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First described in 1959 by Meltzer and Kelemen , skull-base osteomyelitis (SBO) is an uncommon condition associated with significant morbidity and mortality [2–4]. Subsequently, our understanding of SBO is derived from case reports or small series in the surgical literature [1–15]. The entity has been described most often as a complication of malignant otitis externa secondary to Pseudomonas aeruginosa infection [5,16]. Increasing age, diabetes mellitus and microvascular disease are common risk factors [2,9].
SBO, however, may also occur in the absence of malignant otitis externa and with pathogens other than P. aeruginosa, including fungi [3,7,8,12–14,17]. Fungal SBO has been reported to be mostly caused by Aspergillus, and less commonly, Scedosporium spp. [3,7,12]. Although underlying diabetes and primary or acquired immunodeficiencies have often been evident , fungal SBO has also occurred in the absence of these traditional risk factors [10,12,15].
Early diagnosis, identification of the causative pathogen(s), prompt initiation of appropriate antimicrobial or surgical therapies, and continuation of therapy for an adequate period are essential when managing SBO. Identification of the pathogen often requires surgical biopsy. Because this may be delayed for medical or technical reasons, clinical features or risk factors that discriminate between SBO caused by bacteria and that due to fungi could guide selection of empiric antimicrobial therapy pending definitive diagnosis. Using data from cases at a single institution over 18 years, we compared the epidemiology and clinical characteristics of bacterial and fungal SBO, aiming to identify unique risk factors and clinical associations.
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SBO, usually a complication of uncontrolled otogenic, odontogenic or sinus infection, is uncommon [3,11,14]. Large, adequately powered epidemiological studies have not been published. The prevalence of SBO and the relative contribution of bacteria and fungi are difficult to estimate from previous case series as a result of small patient numbers, the frequent inclusion of patients with malignant otitis externa without confirmed SBO and variation in the diagnostic methods used [6,9,16]. The present study, using strict case definitions for SBO, reveals that fungi accounted for a significant proportion (approximately 50%) of SBO in contemporary hospital practice. We have also identified clinical variables associated with fungal, or bacterial, SBO that may guide initiation of early diagnostic sampling and/or selection of empiric antimicrobial therapy.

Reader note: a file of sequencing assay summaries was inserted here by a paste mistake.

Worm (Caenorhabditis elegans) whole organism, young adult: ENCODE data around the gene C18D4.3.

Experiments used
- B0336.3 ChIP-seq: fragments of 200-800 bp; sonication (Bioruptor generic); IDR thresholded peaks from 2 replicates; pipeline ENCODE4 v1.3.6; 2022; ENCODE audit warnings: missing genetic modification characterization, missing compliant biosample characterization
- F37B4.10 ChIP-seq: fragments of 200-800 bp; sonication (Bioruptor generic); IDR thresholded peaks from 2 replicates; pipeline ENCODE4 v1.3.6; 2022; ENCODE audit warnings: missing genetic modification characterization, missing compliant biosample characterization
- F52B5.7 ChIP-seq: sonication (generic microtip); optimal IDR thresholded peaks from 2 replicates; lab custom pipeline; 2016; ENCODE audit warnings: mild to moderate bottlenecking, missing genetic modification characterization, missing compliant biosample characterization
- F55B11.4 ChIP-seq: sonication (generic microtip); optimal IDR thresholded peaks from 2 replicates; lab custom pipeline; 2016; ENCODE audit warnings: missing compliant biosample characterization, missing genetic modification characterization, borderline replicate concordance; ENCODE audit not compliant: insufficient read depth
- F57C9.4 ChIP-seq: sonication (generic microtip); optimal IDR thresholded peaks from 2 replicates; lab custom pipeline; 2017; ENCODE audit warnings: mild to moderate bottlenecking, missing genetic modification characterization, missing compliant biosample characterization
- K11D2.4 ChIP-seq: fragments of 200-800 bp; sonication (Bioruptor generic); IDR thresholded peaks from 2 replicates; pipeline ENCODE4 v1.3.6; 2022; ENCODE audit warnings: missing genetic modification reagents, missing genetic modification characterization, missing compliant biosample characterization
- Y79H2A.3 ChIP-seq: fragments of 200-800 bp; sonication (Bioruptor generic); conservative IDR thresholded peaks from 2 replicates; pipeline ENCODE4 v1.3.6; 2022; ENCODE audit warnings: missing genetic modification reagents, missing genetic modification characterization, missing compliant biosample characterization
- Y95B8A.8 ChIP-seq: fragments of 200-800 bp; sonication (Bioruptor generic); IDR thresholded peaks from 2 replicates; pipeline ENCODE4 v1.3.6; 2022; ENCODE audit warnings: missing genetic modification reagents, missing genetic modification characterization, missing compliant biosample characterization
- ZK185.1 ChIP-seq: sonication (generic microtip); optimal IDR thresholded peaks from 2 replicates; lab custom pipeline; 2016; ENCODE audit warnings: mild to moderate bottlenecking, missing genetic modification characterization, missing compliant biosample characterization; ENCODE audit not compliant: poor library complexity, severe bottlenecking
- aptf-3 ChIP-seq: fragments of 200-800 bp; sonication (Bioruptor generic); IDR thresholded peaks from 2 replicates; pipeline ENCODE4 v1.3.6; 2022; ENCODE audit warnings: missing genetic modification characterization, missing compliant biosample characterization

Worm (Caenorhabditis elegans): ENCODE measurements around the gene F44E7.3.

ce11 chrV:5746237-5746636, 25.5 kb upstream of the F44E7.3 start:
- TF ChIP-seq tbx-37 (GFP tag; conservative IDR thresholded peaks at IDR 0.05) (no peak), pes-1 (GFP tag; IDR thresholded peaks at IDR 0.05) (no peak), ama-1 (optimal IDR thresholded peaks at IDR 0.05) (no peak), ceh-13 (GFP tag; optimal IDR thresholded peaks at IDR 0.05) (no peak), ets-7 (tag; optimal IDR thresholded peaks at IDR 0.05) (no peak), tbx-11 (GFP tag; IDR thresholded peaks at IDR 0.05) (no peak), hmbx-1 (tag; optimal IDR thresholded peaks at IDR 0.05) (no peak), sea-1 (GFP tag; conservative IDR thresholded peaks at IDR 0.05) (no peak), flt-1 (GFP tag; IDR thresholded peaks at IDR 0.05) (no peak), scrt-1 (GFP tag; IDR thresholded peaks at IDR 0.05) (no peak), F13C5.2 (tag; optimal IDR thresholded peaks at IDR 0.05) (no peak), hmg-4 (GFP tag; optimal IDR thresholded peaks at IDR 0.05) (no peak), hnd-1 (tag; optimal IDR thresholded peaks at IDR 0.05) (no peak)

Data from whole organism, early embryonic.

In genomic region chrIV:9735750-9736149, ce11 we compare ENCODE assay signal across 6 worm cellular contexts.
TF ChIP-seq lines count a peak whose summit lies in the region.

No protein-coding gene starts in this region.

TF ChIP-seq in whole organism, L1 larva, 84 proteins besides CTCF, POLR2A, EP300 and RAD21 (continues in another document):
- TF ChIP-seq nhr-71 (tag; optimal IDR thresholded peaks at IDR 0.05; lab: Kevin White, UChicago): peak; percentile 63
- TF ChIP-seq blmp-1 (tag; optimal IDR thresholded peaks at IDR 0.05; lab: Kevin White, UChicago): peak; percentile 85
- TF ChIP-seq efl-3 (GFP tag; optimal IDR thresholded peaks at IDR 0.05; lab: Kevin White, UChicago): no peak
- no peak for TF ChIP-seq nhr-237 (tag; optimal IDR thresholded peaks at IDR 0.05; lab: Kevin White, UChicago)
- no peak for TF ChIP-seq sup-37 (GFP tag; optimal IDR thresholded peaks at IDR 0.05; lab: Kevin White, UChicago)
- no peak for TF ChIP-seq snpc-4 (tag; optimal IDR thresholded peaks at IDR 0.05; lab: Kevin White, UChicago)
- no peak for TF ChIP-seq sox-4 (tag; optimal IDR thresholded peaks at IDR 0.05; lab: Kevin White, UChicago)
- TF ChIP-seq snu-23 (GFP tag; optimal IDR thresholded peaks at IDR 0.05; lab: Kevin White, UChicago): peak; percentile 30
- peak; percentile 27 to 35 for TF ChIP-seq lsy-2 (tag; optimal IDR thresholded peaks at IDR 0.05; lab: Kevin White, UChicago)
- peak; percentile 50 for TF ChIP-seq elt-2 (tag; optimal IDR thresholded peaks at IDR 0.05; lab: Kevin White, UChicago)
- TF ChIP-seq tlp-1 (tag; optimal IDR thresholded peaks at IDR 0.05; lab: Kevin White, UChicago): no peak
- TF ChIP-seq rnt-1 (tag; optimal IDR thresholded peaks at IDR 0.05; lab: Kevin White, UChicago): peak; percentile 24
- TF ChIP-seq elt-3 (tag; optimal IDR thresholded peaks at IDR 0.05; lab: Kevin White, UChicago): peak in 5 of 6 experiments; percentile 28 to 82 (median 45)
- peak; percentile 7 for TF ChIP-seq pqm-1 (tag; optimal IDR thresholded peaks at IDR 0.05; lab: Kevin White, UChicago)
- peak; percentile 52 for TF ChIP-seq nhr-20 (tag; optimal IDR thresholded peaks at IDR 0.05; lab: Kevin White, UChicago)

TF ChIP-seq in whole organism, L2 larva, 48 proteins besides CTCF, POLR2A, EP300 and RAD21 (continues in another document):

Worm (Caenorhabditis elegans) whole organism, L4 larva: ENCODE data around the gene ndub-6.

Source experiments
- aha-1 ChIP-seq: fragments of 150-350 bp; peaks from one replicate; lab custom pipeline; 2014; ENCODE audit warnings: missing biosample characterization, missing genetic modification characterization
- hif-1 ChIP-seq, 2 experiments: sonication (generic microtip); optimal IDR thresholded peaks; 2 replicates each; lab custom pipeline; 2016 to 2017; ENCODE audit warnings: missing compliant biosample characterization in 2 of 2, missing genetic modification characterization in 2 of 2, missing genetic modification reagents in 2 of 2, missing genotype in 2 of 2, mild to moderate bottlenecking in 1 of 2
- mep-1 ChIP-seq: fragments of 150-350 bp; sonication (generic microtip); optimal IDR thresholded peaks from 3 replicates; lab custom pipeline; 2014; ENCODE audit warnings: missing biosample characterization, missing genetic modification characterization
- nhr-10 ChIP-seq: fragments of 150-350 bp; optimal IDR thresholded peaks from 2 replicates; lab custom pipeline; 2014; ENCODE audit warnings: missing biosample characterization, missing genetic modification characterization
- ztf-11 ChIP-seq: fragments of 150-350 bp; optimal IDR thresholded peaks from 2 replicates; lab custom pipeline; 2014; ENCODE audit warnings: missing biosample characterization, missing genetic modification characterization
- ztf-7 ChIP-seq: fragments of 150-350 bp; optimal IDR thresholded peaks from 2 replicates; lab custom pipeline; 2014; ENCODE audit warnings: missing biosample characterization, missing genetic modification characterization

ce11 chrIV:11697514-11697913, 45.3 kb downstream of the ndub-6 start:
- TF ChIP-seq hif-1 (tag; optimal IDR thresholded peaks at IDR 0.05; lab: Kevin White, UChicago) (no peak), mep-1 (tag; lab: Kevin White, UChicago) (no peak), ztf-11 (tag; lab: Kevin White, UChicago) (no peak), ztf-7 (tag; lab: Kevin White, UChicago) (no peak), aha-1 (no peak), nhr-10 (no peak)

The significant morbidity of SBO in the present study is consistent with previous reports [3,4,6]. Almost half (48%) of patients had persistent cranial nerve abnormalities, comparable to that reported elsewhere (21–43%) [3,6,19]. Although extension into brain was uncommon [6, present study], cerebral involvement has been associated with high mortality in reported cases despite surgical intervention; the single patient in our series succumbed to fungal infection before surgery could be considered. A large proportion of patients suffered disfiguring surgery with an attendant prolonged hospital stay (median 3 weeks). As noted in other studies [3,6,16], diabetes mellitus and chronic ear disease were predisposing factors. However, confirmation of underlying chronic sinusitis as a risk factor for SBO is required.
Otogenic P. aeruginosa infection accounted for 50% of bacterial SBO. This is consistent with the adage that SBO complicating malignant otitis externa is almost uniformly caused by this bacterium [16,20]. However, other bacteria, and fungi are also important causes of SBO [3,6]. Fungal SBO is increasingly reported in the literature [3,7,10,12,15,17,21], although no systematic long-term epidemiological studies have been conducted. This apparent rise may reflect the increasing use of immunosuppressive therapies, in parallel with the rise of other forms of invasive fungal disease (IFD) [21,22]. Indeed, four of five immunosuppressed patients in our study had fungal SBO (Table 1). Importantly, however, fungal SBO may also occur in immunocompetent individuals [10,15, present study] and should be considered in all patients presenting with symptoms/signs of SBO, especially given evidence from other forms of IFD that delay in antifungal therapy results in increased mortality [23,24].